Still, I'll take the under on oil demand in six months. A few more airline bankruptcies, and the massive shift away from gas guzzlers to small cars in the U.S., as well as the lifting of refined product subsidies in Asia will likely bring supply and demand in balance, along with prices.

Not Congressional hearings or limits on trading positions.


Ashwin said...

there are no moral implications to buying a commodity index

is there a consideration in shorting?

Ashwin said...

Does no one actually trade futures?

Billions of people coming online, from nations with a 30 percent savings rate (some would say a savings glut) going from 1200 calories a day to 2000 calories. Institutions should be long grain, rice and diabetes medication makers

Copper, potash, oil, coaking coal, do you really think the price increases in all these commodities are due to systemic manipulation?

mxq said...

"Not Congressional hearings or limits on trading positions."

So should we also halt congressional hearings about subprime mortgages and people losing their homes as a result?

Using that rationale, subprime mortgages could be labeled as symptomatic just as much as paper demand for commodities.

I guess the point is: if we're willing to fight wars over something, we should, at the very least, have the common sense to ensure proper regulation against the vagaries of trading a barrel of oil 100 times from well-head to burner.

Jeff Matthews said...

MXQ: What one has to do with the other is beyond me.

Nobody blamed the subprime mortgage problem on hedge funds, unless I missed those hearings, too.


mxq said...


"Nobody blamed the subprime mortgage problem on hedge funds, unless I missed those hearings, too."

You're exactly right. They blamed it on non-existent regulation; which is what we currently have in the futures/OTC commodity markets. And thats what they have in common.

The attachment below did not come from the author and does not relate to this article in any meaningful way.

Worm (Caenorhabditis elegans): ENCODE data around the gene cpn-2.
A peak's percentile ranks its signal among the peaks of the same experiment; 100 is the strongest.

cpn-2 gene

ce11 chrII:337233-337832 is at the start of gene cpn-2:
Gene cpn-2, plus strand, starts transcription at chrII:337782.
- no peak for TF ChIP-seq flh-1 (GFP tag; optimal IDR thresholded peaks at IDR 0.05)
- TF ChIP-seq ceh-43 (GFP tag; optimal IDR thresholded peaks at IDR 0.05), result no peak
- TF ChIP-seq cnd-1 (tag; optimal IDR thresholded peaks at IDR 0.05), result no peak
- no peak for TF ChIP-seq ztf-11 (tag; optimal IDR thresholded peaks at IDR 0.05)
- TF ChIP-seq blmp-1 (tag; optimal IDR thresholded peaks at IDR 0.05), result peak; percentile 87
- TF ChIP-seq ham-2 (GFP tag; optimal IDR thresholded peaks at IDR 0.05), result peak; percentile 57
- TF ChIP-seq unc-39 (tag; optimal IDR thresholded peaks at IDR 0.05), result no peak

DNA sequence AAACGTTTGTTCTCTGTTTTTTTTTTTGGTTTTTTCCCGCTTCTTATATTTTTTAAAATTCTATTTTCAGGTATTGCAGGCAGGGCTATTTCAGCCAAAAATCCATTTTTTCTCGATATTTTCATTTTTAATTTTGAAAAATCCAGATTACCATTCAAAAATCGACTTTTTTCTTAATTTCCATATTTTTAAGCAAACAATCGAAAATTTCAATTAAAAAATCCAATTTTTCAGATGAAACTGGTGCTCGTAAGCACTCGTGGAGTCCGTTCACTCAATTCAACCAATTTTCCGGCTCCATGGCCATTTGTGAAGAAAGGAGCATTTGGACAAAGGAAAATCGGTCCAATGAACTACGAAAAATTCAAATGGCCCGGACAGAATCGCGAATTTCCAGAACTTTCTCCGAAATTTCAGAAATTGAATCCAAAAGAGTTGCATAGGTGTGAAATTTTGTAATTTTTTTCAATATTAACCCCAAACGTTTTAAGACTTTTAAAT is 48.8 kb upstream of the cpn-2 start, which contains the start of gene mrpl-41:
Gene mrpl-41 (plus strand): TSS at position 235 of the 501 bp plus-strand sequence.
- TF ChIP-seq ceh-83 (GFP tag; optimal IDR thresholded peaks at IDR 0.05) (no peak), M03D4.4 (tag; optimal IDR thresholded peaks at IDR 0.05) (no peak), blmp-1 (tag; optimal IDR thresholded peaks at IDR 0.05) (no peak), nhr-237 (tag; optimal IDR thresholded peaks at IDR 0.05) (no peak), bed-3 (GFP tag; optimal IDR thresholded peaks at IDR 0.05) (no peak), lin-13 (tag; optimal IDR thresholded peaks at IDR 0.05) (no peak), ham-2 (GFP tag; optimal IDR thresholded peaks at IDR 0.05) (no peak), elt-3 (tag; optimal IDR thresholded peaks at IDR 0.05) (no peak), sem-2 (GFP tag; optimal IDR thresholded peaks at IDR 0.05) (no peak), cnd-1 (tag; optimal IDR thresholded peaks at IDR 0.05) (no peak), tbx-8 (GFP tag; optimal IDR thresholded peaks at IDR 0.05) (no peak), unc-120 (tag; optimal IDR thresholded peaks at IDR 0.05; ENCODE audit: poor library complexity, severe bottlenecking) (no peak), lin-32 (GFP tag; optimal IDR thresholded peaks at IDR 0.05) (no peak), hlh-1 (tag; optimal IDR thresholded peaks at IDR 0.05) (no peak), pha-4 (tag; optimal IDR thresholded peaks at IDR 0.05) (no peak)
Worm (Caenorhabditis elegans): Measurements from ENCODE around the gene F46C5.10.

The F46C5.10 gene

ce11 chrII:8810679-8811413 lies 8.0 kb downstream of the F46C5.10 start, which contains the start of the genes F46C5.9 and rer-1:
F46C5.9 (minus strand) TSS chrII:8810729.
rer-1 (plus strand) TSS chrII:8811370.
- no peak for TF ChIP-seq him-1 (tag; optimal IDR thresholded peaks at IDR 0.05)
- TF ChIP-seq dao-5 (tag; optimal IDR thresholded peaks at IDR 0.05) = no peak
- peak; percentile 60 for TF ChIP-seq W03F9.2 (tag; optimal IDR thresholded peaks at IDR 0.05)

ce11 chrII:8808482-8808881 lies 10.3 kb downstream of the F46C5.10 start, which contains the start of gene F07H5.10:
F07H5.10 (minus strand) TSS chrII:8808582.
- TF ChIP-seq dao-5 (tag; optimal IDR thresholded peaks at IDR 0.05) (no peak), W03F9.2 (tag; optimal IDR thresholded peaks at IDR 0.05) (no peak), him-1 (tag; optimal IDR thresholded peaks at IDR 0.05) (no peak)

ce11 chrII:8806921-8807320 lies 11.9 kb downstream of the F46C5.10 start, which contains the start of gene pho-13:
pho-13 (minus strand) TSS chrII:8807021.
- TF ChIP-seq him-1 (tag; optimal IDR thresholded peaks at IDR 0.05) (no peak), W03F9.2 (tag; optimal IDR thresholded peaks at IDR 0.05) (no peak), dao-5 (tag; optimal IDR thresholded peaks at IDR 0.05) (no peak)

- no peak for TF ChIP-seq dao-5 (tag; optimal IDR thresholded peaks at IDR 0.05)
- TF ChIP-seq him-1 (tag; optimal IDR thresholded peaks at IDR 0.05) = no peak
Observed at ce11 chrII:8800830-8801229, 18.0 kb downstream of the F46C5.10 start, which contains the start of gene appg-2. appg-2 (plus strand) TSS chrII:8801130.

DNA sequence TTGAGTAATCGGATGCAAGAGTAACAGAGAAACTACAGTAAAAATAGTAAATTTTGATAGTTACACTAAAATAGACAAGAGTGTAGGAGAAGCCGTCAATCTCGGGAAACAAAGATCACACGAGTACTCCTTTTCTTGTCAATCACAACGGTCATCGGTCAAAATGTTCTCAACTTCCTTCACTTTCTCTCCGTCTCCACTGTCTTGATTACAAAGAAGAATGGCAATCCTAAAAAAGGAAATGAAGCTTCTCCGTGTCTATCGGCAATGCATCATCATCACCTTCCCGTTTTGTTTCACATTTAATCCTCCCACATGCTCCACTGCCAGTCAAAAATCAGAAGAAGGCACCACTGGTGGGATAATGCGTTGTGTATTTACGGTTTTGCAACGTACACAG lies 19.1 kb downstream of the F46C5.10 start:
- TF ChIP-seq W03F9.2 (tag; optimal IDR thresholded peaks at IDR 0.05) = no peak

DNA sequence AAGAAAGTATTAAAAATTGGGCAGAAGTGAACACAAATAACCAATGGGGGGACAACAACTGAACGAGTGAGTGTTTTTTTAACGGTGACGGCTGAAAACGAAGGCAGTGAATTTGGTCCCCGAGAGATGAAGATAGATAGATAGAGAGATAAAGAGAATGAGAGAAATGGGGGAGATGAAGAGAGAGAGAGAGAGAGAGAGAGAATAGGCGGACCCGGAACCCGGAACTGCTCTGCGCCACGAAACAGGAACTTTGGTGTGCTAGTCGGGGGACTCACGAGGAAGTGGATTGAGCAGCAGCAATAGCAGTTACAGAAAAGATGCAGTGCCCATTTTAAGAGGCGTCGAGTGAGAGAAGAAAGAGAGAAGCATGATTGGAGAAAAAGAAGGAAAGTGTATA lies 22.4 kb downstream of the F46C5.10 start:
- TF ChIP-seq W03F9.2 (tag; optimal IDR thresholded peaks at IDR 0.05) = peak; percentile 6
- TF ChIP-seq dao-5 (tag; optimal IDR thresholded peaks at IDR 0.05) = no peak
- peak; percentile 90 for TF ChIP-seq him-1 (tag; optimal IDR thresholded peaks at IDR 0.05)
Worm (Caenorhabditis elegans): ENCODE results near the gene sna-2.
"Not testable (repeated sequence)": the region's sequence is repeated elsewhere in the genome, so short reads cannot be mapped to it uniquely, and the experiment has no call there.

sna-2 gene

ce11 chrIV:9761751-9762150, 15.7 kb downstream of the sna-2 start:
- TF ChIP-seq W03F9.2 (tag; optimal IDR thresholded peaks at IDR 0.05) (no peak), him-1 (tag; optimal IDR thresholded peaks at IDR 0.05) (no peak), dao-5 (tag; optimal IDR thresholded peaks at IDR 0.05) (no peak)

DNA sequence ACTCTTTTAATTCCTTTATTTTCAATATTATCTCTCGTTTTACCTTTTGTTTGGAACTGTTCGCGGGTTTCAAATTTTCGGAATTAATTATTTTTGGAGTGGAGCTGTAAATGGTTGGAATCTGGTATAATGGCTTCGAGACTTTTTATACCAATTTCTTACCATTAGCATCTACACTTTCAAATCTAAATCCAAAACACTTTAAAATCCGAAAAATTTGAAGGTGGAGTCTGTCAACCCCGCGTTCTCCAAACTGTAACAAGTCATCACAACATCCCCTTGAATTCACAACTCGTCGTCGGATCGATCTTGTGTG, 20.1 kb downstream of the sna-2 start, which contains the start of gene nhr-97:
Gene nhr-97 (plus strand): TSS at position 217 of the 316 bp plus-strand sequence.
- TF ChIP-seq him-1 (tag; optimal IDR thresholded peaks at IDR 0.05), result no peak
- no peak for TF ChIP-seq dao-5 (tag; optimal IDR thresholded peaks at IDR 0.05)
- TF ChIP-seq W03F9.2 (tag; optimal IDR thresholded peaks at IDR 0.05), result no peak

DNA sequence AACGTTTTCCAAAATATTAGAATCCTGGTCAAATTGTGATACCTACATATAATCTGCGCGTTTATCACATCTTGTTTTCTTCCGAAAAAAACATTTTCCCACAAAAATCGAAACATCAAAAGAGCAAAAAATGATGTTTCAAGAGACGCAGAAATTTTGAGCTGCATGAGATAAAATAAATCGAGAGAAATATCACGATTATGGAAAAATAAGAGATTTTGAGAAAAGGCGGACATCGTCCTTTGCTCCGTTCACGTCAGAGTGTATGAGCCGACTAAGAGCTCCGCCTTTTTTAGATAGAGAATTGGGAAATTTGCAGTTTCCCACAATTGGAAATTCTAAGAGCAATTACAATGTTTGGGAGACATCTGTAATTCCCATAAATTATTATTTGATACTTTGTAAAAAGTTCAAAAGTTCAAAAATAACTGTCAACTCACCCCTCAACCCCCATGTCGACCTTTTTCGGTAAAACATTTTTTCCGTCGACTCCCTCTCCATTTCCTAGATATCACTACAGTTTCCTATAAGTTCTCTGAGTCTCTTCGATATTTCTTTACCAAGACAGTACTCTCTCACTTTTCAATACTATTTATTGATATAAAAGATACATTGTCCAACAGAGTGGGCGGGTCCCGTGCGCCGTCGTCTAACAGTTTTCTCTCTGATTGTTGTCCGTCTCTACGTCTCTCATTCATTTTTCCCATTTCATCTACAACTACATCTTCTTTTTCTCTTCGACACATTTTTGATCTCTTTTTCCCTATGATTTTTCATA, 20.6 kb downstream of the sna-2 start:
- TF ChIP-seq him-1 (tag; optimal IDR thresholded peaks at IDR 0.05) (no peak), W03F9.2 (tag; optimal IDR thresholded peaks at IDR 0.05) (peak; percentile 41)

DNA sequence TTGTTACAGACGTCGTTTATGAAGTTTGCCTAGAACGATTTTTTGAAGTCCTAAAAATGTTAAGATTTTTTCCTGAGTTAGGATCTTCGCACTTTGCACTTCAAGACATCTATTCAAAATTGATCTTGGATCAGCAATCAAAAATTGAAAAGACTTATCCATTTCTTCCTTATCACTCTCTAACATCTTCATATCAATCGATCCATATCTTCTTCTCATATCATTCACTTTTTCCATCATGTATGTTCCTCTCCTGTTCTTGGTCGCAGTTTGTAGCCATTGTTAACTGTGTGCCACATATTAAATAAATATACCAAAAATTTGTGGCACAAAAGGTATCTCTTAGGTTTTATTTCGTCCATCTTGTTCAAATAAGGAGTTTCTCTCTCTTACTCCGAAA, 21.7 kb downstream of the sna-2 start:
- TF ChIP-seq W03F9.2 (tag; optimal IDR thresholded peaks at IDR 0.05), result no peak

Today MS increased their July oil forecast to $150bbl -- as if it were some price target on a nasdaq-traded, circa-1999 tech stock.

What's worse?

The market actually responds to this and oil is up almost $7.

I just don't see why XOM or Dubai could/should care a hoot about what MS says or thinks, as MS is about as far from the oil patch as they get.

So we can probably assume XOM, COP, Dubai, are not the ones bidding it up today (though, they have to delta hedge so, they might be contributing).

But, of course, we won't ever know b/c this market is about as regulated as the mortgage-lending industry, and the Henry Blodgets, and the positions at LTCM, and the writers of portfolio insurance of the financial world were...

Anonymous said...

Jeff: A couple of thoughts come to mind after reading your post (not that I disagree with either you or Henry Paulson, but trading derivative contracts (i.e., oil futures) does, IMHO, spur "demand" for the actual physical commodity, even if the trades are only for price discovery and/or risk management)

A) The CFTC is scheduled to host a conference this month with other international market regulators on whether there's been manipulation recently by market participants in the energy derivatives markets. I don't think US Congressmen are the only ones thinking hedge funds are to blame for higher oil prices due to increasingly speculative trading activity.

B) Isn't it possible, Jeff, that there's a potential for manipulation of the oil futures market by traders when highly leveraged financial trades result in overall demand exceeding available supplies at the time futures contracts mature? Just wondering...think back to the different commodities that have been manipulated from the mid 1970's to the late 1990's (i.e., silver, soybeans, copper, etc.)

C) My two cents on curbing speculative trading activity is to simply raise the margin requirement. No new regulatory frameworks, no "jawboning" traders, just raise the margin and I'd bet speculative trading activity in oil futures would drop dramatically, but I could be wrong.